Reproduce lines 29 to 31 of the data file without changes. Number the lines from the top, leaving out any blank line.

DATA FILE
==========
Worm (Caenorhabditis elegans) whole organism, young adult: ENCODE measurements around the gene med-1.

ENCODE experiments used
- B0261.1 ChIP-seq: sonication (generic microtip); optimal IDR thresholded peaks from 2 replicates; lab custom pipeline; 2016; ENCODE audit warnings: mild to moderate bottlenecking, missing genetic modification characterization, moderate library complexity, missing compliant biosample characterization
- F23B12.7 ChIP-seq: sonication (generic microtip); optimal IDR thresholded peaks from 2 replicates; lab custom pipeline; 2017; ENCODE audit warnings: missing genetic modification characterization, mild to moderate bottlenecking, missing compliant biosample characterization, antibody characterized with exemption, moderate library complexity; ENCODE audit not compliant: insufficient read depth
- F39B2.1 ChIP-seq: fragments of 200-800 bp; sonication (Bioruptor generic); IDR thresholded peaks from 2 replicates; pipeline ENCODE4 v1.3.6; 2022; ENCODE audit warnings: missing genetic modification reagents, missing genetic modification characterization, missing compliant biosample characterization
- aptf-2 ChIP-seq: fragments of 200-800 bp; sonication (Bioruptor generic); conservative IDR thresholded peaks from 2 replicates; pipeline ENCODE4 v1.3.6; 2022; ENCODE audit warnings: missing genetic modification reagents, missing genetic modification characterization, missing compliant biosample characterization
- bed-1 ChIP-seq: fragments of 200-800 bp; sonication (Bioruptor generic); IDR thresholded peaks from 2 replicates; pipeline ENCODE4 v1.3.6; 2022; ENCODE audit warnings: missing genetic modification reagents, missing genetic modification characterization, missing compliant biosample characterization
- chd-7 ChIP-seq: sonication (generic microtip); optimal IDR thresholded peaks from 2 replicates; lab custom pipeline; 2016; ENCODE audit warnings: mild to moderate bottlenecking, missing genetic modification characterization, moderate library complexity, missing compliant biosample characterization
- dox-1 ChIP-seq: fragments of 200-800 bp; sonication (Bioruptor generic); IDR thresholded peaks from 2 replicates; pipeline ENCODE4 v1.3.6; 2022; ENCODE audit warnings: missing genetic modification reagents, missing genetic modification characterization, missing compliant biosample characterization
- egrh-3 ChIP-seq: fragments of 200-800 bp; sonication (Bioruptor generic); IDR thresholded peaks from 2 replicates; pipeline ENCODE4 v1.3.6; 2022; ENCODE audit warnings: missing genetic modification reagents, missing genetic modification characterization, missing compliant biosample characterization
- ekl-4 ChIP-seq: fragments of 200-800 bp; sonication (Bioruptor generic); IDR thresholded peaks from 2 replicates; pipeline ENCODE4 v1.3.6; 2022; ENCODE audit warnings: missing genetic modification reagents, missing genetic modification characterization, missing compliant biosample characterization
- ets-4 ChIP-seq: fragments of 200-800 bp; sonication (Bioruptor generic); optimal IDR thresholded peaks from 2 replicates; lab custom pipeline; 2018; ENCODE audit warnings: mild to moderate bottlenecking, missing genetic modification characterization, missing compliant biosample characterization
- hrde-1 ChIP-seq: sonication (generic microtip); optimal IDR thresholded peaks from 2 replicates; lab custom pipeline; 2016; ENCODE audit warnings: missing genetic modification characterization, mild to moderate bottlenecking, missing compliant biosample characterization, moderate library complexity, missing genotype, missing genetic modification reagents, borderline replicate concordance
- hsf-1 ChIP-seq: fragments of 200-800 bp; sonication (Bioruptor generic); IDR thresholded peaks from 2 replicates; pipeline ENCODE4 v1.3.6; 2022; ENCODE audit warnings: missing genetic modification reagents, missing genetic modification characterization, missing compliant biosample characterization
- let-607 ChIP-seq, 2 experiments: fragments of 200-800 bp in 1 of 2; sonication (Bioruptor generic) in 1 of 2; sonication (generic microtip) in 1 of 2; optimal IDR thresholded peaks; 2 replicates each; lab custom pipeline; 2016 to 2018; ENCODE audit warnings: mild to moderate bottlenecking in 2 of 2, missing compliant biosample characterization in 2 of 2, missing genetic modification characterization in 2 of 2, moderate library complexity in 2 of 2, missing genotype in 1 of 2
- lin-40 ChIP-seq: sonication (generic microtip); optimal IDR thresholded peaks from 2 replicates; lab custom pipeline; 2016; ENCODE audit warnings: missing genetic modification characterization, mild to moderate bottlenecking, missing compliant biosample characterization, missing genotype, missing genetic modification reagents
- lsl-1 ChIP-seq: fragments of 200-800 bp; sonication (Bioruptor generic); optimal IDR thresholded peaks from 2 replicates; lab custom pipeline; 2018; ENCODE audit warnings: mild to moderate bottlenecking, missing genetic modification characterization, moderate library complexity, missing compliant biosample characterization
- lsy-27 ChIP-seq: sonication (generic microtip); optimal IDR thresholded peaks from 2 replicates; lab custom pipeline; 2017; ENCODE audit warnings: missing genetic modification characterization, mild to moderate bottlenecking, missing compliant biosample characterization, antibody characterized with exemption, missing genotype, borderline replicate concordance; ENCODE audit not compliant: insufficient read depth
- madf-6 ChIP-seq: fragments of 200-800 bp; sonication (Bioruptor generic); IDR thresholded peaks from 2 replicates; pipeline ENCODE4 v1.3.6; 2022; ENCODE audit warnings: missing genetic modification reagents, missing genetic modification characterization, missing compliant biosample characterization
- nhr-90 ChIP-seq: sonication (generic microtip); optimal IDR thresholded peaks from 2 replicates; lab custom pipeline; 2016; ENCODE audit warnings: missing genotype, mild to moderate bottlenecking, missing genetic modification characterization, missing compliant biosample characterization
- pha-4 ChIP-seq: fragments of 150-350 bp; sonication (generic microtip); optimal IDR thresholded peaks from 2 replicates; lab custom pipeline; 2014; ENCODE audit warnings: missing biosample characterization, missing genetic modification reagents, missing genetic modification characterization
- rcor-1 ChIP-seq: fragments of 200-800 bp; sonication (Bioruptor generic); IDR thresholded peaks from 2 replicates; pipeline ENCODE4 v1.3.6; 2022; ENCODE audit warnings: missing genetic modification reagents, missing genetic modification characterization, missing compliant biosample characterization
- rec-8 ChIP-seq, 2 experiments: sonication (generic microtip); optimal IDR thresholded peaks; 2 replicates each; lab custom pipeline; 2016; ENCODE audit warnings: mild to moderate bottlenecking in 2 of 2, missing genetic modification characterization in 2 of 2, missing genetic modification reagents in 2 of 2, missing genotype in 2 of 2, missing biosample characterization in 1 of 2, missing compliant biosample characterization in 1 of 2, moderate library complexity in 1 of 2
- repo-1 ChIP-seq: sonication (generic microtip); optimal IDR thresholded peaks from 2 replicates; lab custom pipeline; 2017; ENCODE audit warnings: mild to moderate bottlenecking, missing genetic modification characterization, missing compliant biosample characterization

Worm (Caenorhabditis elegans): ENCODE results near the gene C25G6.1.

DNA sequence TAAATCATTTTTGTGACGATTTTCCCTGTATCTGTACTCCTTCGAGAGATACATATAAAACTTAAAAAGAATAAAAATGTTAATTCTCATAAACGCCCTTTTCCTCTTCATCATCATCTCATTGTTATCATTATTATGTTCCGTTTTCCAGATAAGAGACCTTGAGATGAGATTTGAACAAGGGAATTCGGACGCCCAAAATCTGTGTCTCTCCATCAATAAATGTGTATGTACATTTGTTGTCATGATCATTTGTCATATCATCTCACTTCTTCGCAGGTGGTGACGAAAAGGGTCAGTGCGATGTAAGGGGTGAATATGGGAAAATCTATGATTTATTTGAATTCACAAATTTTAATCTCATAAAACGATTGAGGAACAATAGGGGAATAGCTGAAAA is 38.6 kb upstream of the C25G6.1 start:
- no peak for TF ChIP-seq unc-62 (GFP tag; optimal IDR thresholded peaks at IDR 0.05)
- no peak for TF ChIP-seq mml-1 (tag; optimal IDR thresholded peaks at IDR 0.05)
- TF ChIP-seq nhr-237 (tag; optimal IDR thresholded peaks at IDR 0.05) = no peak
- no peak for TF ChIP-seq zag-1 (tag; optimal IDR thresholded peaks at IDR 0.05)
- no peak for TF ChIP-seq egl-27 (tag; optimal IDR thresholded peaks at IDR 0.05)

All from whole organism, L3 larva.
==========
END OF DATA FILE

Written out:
- TF ChIP-seq nhr-237 (tag; optimal IDR thresholded peaks at IDR 0.05) = no peak
- no peak for TF ChIP-seq zag-1 (tag; optimal IDR thresholded peaks at IDR 0.05)
- no peak for TF ChIP-seq egl-27 (tag; optimal IDR thresholded peaks at IDR 0.05)